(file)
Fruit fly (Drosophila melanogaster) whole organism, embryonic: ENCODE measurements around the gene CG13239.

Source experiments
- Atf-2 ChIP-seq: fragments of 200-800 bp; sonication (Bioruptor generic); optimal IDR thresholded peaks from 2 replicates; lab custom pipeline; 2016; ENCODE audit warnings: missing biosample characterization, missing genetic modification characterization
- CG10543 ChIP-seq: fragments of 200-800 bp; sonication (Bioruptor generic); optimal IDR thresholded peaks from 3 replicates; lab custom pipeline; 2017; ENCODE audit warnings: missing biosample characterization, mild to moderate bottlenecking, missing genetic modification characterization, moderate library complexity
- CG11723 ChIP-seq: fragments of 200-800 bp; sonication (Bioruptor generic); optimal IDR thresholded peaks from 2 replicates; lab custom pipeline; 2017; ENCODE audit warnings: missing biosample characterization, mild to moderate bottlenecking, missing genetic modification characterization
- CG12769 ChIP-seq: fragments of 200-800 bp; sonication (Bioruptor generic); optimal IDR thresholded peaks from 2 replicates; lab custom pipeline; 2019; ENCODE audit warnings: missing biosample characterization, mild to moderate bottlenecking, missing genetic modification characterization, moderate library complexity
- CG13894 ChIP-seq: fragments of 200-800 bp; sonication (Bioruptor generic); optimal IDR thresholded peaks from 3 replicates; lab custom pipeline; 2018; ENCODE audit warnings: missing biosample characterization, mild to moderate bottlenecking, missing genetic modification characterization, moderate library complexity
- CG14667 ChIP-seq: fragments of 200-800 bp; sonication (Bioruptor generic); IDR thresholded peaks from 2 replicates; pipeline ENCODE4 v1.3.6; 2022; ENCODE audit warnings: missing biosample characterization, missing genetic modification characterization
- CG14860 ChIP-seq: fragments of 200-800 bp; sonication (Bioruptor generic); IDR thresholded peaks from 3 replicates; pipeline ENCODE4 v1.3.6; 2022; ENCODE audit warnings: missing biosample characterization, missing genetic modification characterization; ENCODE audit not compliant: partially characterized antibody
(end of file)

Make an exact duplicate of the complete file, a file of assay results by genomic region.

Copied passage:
Fruit fly (Drosophila melanogaster) whole organism, embryonic: ENCODE measurements around the gene CG13239.

Source experiments
- Atf-2 ChIP-seq: fragments of 200-800 bp; sonication (Bioruptor generic); optimal IDR thresholded peaks from 2 replicates; lab custom pipeline; 2016; ENCODE audit warnings: missing biosample characterization, missing genetic modification characterization
- CG10543 ChIP-seq: fragments of 200-800 bp; sonication (Bioruptor generic); optimal IDR thresholded peaks from 3 replicates; lab custom pipeline; 2017; ENCODE audit warnings: missing biosample characterization, mild to moderate bottlenecking, missing genetic modification characterization, moderate library complexity
- CG11723 ChIP-seq: fragments of 200-800 bp; sonication (Bioruptor generic); optimal IDR thresholded peaks from 2 replicates; lab custom pipeline; 2017; ENCODE audit warnings: missing biosample characterization, mild to moderate bottlenecking, missing genetic modification characterization
- CG12769 ChIP-seq: fragments of 200-800 bp; sonication (Bioruptor generic); optimal IDR thresholded peaks from 2 replicates; lab custom pipeline; 2019; ENCODE audit warnings: missing biosample characterization, mild to moderate bottlenecking, missing genetic modification characterization, moderate library complexity
- CG13894 ChIP-seq: fragments of 200-800 bp; sonication (Bioruptor generic); optimal IDR thresholded peaks from 3 replicates; lab custom pipeline; 2018; ENCODE audit warnings: missing biosample characterization, mild to moderate bottlenecking, missing genetic modification characterization, moderate library complexity
- CG14667 ChIP-seq: fragments of 200-800 bp; sonication (Bioruptor generic); IDR thresholded peaks from 2 replicates; pipeline ENCODE4 v1.3.6; 2022; ENCODE audit warnings: missing biosample characterization, missing genetic modification characterization
- CG14860 ChIP-seq: fragments of 200-800 bp; sonication (Bioruptor generic); IDR thresholded peaks from 3 replicates; pipeline ENCODE4 v1.3.6; 2022; ENCODE audit warnings: missing biosample characterization, missing genetic modification characterization; ENCODE audit not compliant: partially characterized antibody